The author of the newsletter that sparked this revelation mentioned something else intriguing.  She said that modern Americans translate the beginning of the world as being nothing.  God created something from nothing.  But the ancients saw the beginning as chaos, a formless, dark expanse of no meaning.  God separated the water from the land, pulled trees and animals out of the land and sprouted fish in the waters.  My daughter sits next to me, sorting her shells and beach rocks.  She is taking a mass of complete jumble from her bucket, sorting colors and shapes, and then combining them in new ways to make a beautiful display.  It is lovely and orderly.  She has learned about clams, mussels, and oysters, looked at Mama’s pearls and planned a trip to the seafood counter at the market.  When she was ready, she stacked them purposefully in a display jar to decorate her dresser.

Here’s the purpose of life, right here.  I’m to sort out the jumble that surrounds me, pull out what I need, reform what doesn’t work, and create order from chaos by adding my personal touch.   I thank God for using you, and my daughter, to show me how to restore order to my life.   I know restoration’s your job, but when it’s me you’ve put new life into, I’m deeply grateful for the new lease on life.

Now if only some of these cars could give us a glimpse into their glory days….  But more importantly, who will grace their seats tomorrow?

This life therefore is not righteousness but growth in righteousness;
not health but healing;
not being but becoming;
not rest but exercise.

We are not yet what we shall be, but we are growing toward it.
The process is not finished, but it is going on.
This is not the end, but it is the road.
All does not yet gleam in glory, but all is being purified.

– Martin Luther

Photo courtesy of Gilmore Custom Services

 

 

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8 thoughts on “Resto Work

  1. Sounds like Mama needs a project car to tinker on.

    Through the process of it’s restoration you can obtain many wonderful things.
    Firstly an item to focus on that is not yourself, or a member of the family… an old screwed up car wont talk back, it asks things of you but in a way that humans cant. It will listen, it will appreciate your efforts and it will teach you at the same time. You can build some pride and self esteem while you turn it from trash to treasure (a good modeling lesson for the kiddos) and in the end you will have something you can enjoy on the nice spring evenings.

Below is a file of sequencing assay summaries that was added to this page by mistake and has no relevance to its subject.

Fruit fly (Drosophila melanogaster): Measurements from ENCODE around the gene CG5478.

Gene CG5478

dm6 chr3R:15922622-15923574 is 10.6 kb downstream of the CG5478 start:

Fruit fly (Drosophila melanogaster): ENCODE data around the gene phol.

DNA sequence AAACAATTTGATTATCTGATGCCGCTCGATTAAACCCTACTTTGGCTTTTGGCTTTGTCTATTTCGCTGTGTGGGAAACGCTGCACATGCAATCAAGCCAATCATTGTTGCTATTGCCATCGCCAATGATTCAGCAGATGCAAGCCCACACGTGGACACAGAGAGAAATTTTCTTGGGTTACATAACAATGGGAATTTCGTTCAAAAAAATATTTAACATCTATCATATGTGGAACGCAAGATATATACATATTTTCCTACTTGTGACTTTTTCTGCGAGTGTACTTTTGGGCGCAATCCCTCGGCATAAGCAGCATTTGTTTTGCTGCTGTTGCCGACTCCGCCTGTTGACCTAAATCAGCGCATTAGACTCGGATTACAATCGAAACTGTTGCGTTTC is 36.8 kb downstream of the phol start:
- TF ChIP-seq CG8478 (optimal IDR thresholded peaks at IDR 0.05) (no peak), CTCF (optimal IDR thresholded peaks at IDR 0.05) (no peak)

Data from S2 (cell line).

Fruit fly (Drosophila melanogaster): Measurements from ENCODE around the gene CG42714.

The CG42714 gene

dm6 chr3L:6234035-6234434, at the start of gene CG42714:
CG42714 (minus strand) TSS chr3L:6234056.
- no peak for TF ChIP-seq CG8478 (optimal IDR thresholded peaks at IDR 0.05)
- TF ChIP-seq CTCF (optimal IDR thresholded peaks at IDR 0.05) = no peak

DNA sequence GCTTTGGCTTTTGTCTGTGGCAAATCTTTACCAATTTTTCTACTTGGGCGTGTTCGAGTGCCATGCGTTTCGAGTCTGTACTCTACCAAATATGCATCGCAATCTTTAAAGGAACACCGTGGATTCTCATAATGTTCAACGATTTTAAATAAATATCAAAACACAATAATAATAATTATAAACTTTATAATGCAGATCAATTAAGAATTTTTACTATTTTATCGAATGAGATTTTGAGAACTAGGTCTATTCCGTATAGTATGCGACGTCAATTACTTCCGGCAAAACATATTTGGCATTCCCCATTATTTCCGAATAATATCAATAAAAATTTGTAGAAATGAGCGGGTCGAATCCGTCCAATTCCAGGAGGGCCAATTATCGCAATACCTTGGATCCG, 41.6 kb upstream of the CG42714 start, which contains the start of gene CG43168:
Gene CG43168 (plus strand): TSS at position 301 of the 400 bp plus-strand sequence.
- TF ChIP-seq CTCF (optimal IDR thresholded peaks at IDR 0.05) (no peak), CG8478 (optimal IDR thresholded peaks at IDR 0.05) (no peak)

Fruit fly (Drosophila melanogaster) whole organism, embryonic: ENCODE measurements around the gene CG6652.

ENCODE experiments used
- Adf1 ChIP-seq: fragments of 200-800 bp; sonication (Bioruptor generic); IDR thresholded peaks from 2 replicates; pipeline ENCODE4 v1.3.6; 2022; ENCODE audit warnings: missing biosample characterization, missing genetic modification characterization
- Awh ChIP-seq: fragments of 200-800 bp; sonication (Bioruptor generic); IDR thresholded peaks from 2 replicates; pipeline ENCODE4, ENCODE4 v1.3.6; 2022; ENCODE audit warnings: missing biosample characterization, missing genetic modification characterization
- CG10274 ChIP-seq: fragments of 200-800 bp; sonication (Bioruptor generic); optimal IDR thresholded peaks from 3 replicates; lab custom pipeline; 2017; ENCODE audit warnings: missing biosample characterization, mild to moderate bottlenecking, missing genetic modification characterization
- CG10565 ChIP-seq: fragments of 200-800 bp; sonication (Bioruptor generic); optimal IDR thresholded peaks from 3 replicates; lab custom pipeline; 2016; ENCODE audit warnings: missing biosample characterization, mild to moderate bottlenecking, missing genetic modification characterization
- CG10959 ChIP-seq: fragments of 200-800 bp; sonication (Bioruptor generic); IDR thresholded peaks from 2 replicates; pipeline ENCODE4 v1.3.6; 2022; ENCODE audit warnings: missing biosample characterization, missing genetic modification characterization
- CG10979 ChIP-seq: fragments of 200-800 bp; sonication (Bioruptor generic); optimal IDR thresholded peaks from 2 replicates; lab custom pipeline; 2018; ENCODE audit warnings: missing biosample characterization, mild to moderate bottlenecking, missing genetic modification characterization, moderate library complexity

Having a project like this is great therapy. Its far better than any booze or pill, cheaper than the guy with the couch and the notepad, and when it is done you can take it for a ride to the local drive-in and get compliments and pats on the back that we rarely get in our grown up lives.

    Through these connections to strange chunks of metal and times past…we can connect to God. We can fill our souls, we can work with the hands and mind that God gave us, we can make friends, we can test ourselves, we can teach those around us that good honest physical labor can bring about great rewards.

    Stop thinking so much…get out in the garage and build something. Just you and a hammer and a rusty bit of junk…bang out those problems and sand smooth those ripples in the psyche and you will feel better. Life can be a pain in the ass…but that ass feels a lot better when it is sitting in the seat of a hot rod.

    Amen

    • No, Randy knows me well. He’s right in that I’ve got too much time to think, but I don’t think that’s a bad thing for a writer. I’ve finally found what I truly love to do, just as he has always known that his place is in the garage. I’ve known since I was in high school that I wanted to write, but never had anything to say. He and I will always disagree on something, but always laugh it off at the end of the day. I envy his ability to make lemonade out of every situation he finds himself in; it’s taking me longer to wrestle through things, but pray I will one day prove to have developed my own secret recipe.

  2. I may have missed the point…I often do, but what I was trying to do was to MAKE a point.

    It seems to me by my limited keyboard view that Brenda is going through a rough spot. I think it is a spot that we all go through at this time in our mid-lives where we take a look around and realize that we are not where we dreamed we would be. I doubt that ANYONE is ever exactly where they dreamed they would be during their formative years, but that is not the point…the point is we all hit the wall and look around and question everything. It is the time when people do stupid things, they take up hang gliding, they leave their families and they pursue those “dreams” only to realize down the road that they gave up some of the best things they ever had and I dare say, they all have regrets.

    God runs us through the maze of life and challenges us and blesses us along the way. We need to keep a clear head about it and fight our battles with our morals intact and not stray from the path no matter how hard the struggle.